Archive for September, 2007

Ahmadinejad

Sunday, September 30th, 2007

Some sample lyrics:

“[You’re like] a very hairy Jake Gyllenhaal to me…

You can deny the Holocaust all you want, but you can’t deny there’s something between us.

I know you say that there’s no gays in Iran, but you’re in New York baby.”

“Fired Up. Ready to Go.”

Friday, September 28th, 2007

Holy Cross Basement Rally

At my college towards the end of my senior year, someone began passing anonymous threatening and demeaning messages to a gay student who was a friend of mine. The messages read, “All fags will go to hell,” and “Fuck you fag,” etcetera. What was truly incredible was the person targeted by these messages. This student was one of the kindest people I have ever met. He volunteered in the community and on campus; he was generous; when I worked with him in the dining hall, he was always one of the hardest workers, even when he was running a shift; he is truly one of the most extraordinary people I have ever met. This made the attacks on him–some of which seemed to directly threaten his physical safety–all the more difficult to understand.

Responding to these harassing and threatening comments became a priority of the student leadership, of which I was a part. And I helped plan the events–a rally, buttons–with the innocuous and trademarked phrase: “Where is the Love?”; a petition in the campus newspaper. The rally was supposed to be held outdoors, but it was drizzling that day and there were concerns about the equipment, so it was moved to the basement of the campus. We had wanted a location that students would be walking by rather than one that they would need to find, and one of the dining halls was at the other side of the basement.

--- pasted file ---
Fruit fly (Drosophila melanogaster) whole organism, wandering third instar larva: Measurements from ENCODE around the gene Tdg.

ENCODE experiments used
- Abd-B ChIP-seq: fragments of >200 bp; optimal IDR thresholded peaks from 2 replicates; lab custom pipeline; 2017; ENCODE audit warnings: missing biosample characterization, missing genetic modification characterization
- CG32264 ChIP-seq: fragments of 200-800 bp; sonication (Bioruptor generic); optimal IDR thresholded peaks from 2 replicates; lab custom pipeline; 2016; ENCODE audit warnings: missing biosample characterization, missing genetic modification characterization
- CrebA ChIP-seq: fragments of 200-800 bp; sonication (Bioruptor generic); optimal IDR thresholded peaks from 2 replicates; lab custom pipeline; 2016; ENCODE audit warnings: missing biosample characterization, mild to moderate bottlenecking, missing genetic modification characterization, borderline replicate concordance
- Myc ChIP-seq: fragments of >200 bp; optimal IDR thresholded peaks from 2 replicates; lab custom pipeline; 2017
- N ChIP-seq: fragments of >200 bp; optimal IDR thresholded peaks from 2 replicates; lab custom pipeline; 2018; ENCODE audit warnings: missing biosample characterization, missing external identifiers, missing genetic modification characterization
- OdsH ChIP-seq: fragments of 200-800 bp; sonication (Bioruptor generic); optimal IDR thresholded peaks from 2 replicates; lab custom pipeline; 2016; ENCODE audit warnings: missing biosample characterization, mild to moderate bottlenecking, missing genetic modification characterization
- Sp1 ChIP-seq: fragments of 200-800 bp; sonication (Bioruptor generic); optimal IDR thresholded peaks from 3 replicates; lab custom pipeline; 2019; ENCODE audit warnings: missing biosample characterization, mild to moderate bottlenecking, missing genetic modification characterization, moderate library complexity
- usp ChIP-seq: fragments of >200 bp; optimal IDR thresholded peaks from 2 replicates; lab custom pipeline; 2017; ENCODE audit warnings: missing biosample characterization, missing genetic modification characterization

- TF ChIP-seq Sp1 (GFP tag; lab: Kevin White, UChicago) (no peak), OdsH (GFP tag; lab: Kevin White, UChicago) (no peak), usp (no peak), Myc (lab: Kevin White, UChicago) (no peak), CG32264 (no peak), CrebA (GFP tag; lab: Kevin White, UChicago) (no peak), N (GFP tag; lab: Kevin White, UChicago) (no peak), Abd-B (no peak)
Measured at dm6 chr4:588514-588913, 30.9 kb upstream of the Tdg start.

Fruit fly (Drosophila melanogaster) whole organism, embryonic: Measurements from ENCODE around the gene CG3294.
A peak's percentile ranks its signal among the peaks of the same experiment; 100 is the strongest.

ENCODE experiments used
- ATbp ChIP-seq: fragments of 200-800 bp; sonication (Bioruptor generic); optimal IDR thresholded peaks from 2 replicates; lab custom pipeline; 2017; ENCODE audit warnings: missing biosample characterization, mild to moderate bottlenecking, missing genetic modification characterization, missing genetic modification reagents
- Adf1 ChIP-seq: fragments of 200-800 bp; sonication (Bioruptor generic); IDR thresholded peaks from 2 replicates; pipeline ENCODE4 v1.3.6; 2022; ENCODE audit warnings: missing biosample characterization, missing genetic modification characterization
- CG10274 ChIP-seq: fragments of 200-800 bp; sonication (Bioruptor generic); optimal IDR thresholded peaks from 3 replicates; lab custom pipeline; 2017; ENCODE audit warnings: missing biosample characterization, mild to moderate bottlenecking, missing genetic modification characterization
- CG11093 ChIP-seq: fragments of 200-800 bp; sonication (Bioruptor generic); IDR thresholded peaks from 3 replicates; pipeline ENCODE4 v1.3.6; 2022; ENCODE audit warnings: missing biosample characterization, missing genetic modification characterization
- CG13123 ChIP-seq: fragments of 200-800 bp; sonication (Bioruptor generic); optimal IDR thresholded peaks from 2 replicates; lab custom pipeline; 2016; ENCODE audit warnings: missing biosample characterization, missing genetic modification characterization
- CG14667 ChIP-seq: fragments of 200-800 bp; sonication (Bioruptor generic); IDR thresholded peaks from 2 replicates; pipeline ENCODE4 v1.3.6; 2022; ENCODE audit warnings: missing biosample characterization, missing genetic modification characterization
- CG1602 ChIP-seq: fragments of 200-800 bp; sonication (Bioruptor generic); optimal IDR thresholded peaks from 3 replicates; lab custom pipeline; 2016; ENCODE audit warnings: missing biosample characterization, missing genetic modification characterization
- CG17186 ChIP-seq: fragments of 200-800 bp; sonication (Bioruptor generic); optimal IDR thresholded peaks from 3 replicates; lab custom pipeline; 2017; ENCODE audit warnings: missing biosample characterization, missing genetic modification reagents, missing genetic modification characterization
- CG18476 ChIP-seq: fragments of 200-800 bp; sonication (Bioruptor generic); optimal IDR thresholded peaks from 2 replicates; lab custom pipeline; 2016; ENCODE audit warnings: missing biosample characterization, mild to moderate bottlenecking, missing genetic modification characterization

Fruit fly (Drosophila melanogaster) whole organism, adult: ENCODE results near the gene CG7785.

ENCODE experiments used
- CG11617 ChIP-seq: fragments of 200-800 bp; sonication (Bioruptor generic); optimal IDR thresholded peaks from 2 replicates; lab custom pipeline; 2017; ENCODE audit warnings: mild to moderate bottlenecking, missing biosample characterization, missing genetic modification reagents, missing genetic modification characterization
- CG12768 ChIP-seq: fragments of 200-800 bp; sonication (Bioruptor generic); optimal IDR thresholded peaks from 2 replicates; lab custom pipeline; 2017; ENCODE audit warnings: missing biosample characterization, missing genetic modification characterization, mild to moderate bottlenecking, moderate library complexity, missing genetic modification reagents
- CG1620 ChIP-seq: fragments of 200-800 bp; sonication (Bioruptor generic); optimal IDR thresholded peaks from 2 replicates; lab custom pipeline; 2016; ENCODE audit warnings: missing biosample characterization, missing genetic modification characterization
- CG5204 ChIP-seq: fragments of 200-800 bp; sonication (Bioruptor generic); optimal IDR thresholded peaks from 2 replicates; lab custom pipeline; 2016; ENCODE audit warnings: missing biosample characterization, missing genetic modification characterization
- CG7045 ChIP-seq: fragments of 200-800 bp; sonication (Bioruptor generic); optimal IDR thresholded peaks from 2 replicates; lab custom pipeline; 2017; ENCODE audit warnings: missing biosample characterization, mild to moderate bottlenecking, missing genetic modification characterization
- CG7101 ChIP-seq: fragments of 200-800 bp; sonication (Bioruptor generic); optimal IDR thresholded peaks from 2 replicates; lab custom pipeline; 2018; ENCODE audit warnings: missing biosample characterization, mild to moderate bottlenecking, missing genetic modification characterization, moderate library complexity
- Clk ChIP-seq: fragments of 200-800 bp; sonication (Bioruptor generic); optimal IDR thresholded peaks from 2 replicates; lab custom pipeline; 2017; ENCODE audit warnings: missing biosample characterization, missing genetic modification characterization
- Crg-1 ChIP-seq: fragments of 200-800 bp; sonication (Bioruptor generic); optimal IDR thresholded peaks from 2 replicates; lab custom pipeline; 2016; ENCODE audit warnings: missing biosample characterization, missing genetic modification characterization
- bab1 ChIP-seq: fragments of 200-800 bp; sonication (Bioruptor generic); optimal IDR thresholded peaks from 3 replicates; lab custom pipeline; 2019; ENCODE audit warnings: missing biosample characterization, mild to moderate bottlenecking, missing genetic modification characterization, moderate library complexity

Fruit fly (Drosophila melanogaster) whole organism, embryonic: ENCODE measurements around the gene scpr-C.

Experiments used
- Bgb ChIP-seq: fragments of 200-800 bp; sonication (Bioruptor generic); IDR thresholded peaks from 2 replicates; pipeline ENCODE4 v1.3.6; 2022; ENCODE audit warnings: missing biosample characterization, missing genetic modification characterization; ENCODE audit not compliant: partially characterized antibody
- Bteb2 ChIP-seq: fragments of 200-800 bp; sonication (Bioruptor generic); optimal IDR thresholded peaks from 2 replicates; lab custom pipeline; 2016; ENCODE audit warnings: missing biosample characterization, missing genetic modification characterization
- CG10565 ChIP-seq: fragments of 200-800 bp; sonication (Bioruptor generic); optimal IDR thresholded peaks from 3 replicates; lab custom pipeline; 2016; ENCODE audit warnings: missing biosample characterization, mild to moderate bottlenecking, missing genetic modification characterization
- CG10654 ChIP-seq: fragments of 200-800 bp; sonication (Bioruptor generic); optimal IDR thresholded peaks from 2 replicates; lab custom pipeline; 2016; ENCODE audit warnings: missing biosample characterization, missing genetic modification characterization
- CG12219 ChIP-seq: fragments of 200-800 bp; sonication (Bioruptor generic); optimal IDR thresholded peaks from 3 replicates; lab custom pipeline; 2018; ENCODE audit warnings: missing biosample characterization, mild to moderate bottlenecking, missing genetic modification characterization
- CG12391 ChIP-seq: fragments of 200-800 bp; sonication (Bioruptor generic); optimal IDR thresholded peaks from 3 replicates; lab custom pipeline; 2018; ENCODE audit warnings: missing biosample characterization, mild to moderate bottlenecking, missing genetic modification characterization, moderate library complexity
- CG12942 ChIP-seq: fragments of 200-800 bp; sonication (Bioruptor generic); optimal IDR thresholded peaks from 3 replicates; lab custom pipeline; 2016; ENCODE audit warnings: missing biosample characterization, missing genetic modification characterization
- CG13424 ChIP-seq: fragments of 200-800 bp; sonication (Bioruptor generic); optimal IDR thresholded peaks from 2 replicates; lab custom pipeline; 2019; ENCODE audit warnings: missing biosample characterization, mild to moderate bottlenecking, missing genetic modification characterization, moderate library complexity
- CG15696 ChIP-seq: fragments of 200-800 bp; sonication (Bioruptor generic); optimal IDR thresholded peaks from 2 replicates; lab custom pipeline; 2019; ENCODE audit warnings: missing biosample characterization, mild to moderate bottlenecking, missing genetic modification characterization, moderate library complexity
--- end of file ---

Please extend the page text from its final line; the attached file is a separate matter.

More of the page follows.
What I remember most though is one of the speeches given by a student who lived across the hall from my earlier in my college days and was also a friend. Everyone else had made their comments–well-meaning and well-put. But this student–Alex Cunningham–walked up, kind of slouched, wearing tattered jeans. He curled into himself, clutching the microphone, as if summoning something. And then suddenly, he started speaking loudly, in a totally different manner than any of the other students. He gave instructions, telling everyone that he was going to say a phrase and the crowd would repeat it back. And he started his chant.

It was both mesmerizing and powerful. A moment that I have felt the power of ever since.

Rally @ Washington Square Park

Last night, I went to see Barack Obama at Washington Square Park. I got there early and had to wait almost an hour and a half to get in. The crowd has been estimated between 20,00Rally @ Washington Square Park0 and 24,000–probably the largest campaign event of the year. The crowd was younger, but it was also diverse–with a number of the elderly, a few middle aged people, and lots of college and post-grad folk. Ethnically, it was as diverse as the subway.